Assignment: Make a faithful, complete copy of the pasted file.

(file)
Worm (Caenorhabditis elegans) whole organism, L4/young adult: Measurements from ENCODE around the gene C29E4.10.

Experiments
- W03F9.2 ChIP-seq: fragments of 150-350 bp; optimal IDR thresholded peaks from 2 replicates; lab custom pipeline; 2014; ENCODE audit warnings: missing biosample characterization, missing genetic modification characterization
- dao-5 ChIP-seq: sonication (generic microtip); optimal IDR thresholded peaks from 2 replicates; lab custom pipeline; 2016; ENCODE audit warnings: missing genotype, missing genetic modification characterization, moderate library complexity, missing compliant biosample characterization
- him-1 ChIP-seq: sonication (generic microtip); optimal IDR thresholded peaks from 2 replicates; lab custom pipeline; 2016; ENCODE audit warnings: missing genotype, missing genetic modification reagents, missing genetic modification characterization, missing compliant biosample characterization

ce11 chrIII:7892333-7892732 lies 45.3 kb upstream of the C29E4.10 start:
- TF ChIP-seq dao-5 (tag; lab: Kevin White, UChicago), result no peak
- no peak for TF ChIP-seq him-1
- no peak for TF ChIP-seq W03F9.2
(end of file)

Worm (Caenorhabditis elegans) whole organism, L4/young adult: Measurements from ENCODE around the gene C29E4.10.

Experiments
- W03F9.2 ChIP-seq: fragments of 150-350 bp; optimal IDR thresholded peaks from 2 replicates; lab custom pipeline; 2014; ENCODE audit warnings: missing biosample characterization, missing genetic modification characterization
- dao-5 ChIP-seq: sonication (generic microtip); optimal IDR thresholded peaks from 2 replicates; lab custom pipeline; 2016; ENCODE audit warnings: missing genotype, missing genetic modification characterization, moderate library complexity, missing compliant biosample characterization
- him-1 ChIP-seq: sonication (generic microtip); optimal IDR thresholded peaks from 2 replicates; lab custom pipeline; 2016; ENCODE audit warnings: missing genotype, missing genetic modification reagents, missing genetic modification characterization, missing compliant biosample characterization

ce11 chrIII:7892333-7892732 lies 45.3 kb upstream of the C29E4.10 start:
- TF ChIP-seq dao-5 (tag; lab: Kevin White, UChicago), result no peak
- no peak for TF ChIP-seq him-1
- no peak for TF ChIP-seq W03F9.2